Richard Ahrens moved to Berwyn Heights 47 years ago and like many other town residents, he has longed for a neighborhood with sidewalks.
“It’s a safety issue,” he said. “If I were raising small children in this town, I would want sidewalks.”
Ahrens and about 15 residents in the northern Prince George’s municipality pushed for sidewalks at a public hearing Wednesday.
Berwyn Heights Mayor Cheye Calvo said a sidewalk committee was established 11 years ago as the town only has sidewalks on two blocks, but funding concerns delayed the effort.
But with revenue from speed cameras — installed in December 2009 — bringing in roughly $120,000 total thus far, town officials plan to use those funds and some of the roughly $500,000 town surplus to move forward with sidewalk proposals.
State law dictates that speed camera revenue be used toward public safety improvements, which can include sidewalks.
Under the current plan unveiled during the Wednesday hearing, which the council developed using some of the sidewalk committee’s previous suggestions, sidewalks would be added to one side of 11 blocks in the town. Berwyn Heights encompasses roughly 0.6 square miles of land and about 1,000 households, according to 2010 U.S. Census data.
Calvo said adding sidewalks to one side is more cost effective and seemingly works for residents after evaluating the flow of pedestrian traffic. The blocks chosen were prioritized based on volumes of pedestrian traffic and surrounding town facilities such as a community center and community parks and playgrounds, Calvo said.
The project would cost roughly $500,000. The town also will have to use pervious pavement — concrete that allows rainfall to seep through it to drain directly into the ground — since the Maryland Department of the Environment otherwise would require a stormwater management system that the town cannot accommodate spacewise, though Calvo said the type of pavement is more costly.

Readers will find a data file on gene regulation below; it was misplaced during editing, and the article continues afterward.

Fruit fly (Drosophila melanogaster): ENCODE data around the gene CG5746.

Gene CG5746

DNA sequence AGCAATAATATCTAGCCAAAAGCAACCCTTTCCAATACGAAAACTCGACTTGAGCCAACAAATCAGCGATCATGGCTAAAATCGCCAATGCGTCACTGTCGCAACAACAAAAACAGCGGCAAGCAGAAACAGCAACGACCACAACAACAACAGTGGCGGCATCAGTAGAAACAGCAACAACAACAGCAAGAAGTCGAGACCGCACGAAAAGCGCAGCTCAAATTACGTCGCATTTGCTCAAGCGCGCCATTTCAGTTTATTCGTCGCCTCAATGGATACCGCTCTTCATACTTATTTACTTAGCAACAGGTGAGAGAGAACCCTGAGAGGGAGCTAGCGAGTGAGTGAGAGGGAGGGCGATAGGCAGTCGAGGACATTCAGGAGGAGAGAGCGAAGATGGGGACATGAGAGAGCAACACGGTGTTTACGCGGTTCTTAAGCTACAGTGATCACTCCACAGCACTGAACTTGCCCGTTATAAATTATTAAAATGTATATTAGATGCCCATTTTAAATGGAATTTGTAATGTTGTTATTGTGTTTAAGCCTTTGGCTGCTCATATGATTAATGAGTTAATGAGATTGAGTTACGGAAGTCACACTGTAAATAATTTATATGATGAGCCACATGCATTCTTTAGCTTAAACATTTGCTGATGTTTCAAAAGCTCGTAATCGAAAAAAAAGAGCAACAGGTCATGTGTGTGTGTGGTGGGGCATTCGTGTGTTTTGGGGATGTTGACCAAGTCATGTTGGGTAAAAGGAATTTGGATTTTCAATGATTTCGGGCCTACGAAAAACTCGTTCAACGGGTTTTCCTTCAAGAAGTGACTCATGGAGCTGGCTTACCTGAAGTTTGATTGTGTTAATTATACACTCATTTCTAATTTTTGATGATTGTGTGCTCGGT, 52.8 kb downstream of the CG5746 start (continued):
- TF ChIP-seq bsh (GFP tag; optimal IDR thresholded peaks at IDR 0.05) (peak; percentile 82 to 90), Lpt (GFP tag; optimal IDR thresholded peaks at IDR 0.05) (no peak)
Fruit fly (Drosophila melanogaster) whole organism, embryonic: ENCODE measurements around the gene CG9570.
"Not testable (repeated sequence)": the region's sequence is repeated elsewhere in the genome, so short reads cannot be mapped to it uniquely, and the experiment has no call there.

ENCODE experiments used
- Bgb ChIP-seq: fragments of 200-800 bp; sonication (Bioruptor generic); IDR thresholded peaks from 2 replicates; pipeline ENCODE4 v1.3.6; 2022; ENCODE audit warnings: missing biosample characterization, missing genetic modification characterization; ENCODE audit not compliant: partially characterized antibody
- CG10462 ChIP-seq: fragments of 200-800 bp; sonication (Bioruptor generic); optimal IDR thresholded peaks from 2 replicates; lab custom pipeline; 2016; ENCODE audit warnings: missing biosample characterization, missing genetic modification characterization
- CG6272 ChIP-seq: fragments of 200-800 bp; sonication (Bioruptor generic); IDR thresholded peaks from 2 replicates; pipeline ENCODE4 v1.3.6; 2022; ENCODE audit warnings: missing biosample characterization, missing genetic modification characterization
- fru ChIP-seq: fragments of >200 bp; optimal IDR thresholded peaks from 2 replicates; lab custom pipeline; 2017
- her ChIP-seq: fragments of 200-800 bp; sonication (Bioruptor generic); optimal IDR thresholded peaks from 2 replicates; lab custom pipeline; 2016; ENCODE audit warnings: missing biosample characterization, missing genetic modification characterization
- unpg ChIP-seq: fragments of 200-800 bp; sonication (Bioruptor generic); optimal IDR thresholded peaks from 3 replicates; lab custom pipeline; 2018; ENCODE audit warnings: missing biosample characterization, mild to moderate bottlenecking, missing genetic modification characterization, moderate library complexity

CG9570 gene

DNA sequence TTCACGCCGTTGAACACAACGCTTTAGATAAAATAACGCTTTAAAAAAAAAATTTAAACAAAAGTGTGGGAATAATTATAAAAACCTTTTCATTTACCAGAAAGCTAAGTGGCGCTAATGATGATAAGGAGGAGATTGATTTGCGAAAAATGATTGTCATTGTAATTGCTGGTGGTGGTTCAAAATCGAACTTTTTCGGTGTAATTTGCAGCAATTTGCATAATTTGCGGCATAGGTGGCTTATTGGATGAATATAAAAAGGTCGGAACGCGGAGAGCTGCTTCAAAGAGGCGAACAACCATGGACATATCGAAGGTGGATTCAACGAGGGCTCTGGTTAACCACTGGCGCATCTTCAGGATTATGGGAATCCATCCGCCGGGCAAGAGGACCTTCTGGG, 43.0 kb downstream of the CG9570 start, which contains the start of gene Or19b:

Linda Patton, who lives on 60th Avenue, said she’s glad to see the town moving forward with a sidewalk project and thinks it is more needed now than before.
“There are so many more walkers now and traffic is much worse now,” she said. “Foot traffic has increased phenomenally in the last six years.”
Ahrens, who lives on Seminole Street, said he’s found younger families moving into the town recently. According to U.S. Census data, in 2000, 27.5 percent of town households had children younger than 18 living with them. In 2010, 29.1 percent of households had children younger than 18.
“It’s taken us this long to get to this point, to having what you need to make this a dynamic community for younger families,” he said. “I’m very pleased to see the progress that’s been made.”
Councilwoman Jodie Kulpa-Eddy said she supports the plan, but hopes to see some remaining funds available to purchase generators for town offices when storms cause power outages.
“We’re doing this because it’s easier, but it’s not easier when funding for the project in its entirety is coming out of a fund for public safety to help the fire department and police department,” said resident Mike Attick, who lives on 62nd Avenue.
Calvo said the council will look at residents’ concerns before determining the blocks to include and then will begin seeking proposals for designs and engineering studies before beginning construction.
He said ideally, construction for the sidewalk project will begin next fall.